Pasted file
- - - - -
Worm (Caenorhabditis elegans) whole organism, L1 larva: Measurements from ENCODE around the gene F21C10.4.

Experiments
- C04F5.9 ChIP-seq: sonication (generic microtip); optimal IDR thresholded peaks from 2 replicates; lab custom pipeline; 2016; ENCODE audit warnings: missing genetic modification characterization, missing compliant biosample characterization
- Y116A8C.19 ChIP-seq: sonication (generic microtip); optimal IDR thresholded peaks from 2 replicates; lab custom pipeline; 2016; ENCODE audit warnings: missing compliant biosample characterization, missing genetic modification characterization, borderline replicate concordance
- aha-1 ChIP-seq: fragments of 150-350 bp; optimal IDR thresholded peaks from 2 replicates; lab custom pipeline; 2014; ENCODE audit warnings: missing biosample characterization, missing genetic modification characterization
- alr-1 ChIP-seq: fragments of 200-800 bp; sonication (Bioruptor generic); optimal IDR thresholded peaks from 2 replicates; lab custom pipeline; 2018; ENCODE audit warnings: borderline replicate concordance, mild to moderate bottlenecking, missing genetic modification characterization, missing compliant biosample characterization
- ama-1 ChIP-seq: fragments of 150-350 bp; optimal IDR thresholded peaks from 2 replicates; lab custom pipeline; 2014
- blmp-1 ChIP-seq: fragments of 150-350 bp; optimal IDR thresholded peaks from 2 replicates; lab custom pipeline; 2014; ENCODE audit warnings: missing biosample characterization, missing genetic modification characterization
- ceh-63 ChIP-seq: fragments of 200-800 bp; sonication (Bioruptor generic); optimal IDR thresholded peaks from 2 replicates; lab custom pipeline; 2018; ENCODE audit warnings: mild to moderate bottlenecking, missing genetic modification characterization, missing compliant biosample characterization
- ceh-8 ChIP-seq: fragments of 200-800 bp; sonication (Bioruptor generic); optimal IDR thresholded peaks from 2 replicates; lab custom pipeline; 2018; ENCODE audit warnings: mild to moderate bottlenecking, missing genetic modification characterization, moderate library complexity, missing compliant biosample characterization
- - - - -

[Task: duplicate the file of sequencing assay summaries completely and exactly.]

Worm (Caenorhabditis elegans) whole organism, L1 larva: Measurements from ENCODE around the gene F21C10.4.

Experiments
- C04F5.9 ChIP-seq: sonication (generic microtip); optimal IDR thresholded peaks from 2 replicates; lab custom pipeline; 2016; ENCODE audit warnings: missing genetic modification characterization, missing compliant biosample characterization
- Y116A8C.19 ChIP-seq: sonication (generic microtip); optimal IDR thresholded peaks from 2 replicates; lab custom pipeline; 2016; ENCODE audit warnings: missing compliant biosample characterization, missing genetic modification characterization, borderline replicate concordance
- aha-1 ChIP-seq: fragments of 150-350 bp; optimal IDR thresholded peaks from 2 replicates; lab custom pipeline; 2014; ENCODE audit warnings: missing biosample characterization, missing genetic modification characterization
- alr-1 ChIP-seq: fragments of 200-800 bp; sonication (Bioruptor generic); optimal IDR thresholded peaks from 2 replicates; lab custom pipeline; 2018; ENCODE audit warnings: borderline replicate concordance, mild to moderate bottlenecking, missing genetic modification characterization, missing compliant biosample characterization
- ama-1 ChIP-seq: fragments of 150-350 bp; optimal IDR thresholded peaks from 2 replicates; lab custom pipeline; 2014
- blmp-1 ChIP-seq: fragments of 150-350 bp; optimal IDR thresholded peaks from 2 replicates; lab custom pipeline; 2014; ENCODE audit warnings: missing biosample characterization, missing genetic modification characterization
- ceh-63 ChIP-seq: fragments of 200-800 bp; sonication (Bioruptor generic); optimal IDR thresholded peaks from 2 replicates; lab custom pipeline; 2018; ENCODE audit warnings: mild to moderate bottlenecking, missing genetic modification characterization, missing compliant biosample characterization
- ceh-8 ChIP-seq: fragments of 200-800 bp; sonication (Bioruptor generic); optimal IDR thresholded peaks from 2 replicates; lab custom pipeline; 2018; ENCODE audit warnings: mild to moderate bottlenecking, missing genetic modification characterization, moderate library complexity, missing compliant biosample characterization